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ERIC Number: EJ1160727
Record Type: Journal
Publication Date: 2017-Apr
Pages: 19
Abstractor: As Provided
ISSN: ISSN-0013-2004
When to Teach for Belief: A Tempered Defense of the Epistemic Criterion
Tillson, John
Educational Theory, v67 n2 p173-191 Apr 2017
Michael Hand has defended the "epistemic criterion" for "directive and nondirective teaching" in his 2008 "Educational Theory" article, "What Should We Teach as Controversial? A Defense of the Epistemic Criterion," as well as subsequent pieces. Here, John Tillson defends use of the epistemic criterion in the case of what he calls "momentous propositions," but he rejects two of Hand's key arguments in support of the criterion. This rethinking comes in light of important contributions to the debate made by Bryan Warnick and D. Spencer Smith and by Maughn Rollins Gregory, also published in this journal. Tillson begins the article with an elucidation of the directive/nondirective distinction, and then discusses some limitations of defining the distinction in terms of intention. Next, he draws attention to the problems with the "soft-directive teaching" method that Warnick and Smith advocate. Finally, Tillson provides an additional argument in favor of the epistemic criterion, an argument also grounded in work by Hand, which places emphasis on imparting knowledge alongside cultivating rationality among our educational aims.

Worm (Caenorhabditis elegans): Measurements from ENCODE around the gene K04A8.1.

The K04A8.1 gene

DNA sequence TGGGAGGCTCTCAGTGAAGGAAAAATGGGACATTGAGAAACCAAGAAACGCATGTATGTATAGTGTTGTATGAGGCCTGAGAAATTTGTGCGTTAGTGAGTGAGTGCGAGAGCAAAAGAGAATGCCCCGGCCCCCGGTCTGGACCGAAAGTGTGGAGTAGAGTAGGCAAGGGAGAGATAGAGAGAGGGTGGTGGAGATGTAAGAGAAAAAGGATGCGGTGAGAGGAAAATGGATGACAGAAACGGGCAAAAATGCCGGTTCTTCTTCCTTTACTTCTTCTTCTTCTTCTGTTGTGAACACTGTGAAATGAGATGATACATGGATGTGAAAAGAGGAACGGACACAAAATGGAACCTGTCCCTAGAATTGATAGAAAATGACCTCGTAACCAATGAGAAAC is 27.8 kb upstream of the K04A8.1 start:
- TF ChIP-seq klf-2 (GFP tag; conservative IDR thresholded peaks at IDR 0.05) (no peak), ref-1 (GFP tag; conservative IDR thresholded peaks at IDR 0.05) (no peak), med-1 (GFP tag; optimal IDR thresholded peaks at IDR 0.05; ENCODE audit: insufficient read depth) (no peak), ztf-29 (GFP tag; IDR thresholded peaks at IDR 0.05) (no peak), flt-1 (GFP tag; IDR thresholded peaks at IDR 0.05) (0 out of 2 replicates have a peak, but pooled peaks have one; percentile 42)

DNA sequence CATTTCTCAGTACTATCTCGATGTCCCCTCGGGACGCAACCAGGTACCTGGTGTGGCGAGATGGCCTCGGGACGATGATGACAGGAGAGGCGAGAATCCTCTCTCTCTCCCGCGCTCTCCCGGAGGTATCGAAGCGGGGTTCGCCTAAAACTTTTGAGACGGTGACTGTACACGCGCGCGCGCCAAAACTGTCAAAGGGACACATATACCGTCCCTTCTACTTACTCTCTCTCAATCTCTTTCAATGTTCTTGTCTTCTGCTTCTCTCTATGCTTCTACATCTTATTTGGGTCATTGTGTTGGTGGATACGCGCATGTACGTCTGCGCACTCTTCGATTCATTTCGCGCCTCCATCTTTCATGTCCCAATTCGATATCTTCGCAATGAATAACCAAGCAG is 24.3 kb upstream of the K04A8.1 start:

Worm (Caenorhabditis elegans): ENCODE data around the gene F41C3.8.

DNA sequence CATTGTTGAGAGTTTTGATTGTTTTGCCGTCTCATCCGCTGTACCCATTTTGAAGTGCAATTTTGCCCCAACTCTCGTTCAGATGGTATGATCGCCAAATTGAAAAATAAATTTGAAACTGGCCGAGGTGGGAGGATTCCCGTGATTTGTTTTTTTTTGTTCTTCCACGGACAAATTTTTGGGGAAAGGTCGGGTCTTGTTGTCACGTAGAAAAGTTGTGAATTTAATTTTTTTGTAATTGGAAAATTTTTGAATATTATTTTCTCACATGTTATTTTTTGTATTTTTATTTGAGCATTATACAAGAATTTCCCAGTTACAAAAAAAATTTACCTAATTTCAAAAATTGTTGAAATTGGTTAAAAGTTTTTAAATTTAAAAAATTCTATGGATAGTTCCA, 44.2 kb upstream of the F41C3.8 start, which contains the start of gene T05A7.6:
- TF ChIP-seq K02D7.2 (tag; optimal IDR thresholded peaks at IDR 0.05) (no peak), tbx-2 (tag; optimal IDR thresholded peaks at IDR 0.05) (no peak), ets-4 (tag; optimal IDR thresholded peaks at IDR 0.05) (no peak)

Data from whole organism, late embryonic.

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Publication Type: Journal Articles; Reports - Evaluative
Education Level: N/A
Audience: N/A
Language: English
Sponsor: N/A
Authoring Institution: N/A
Grant or Contract Numbers: N/A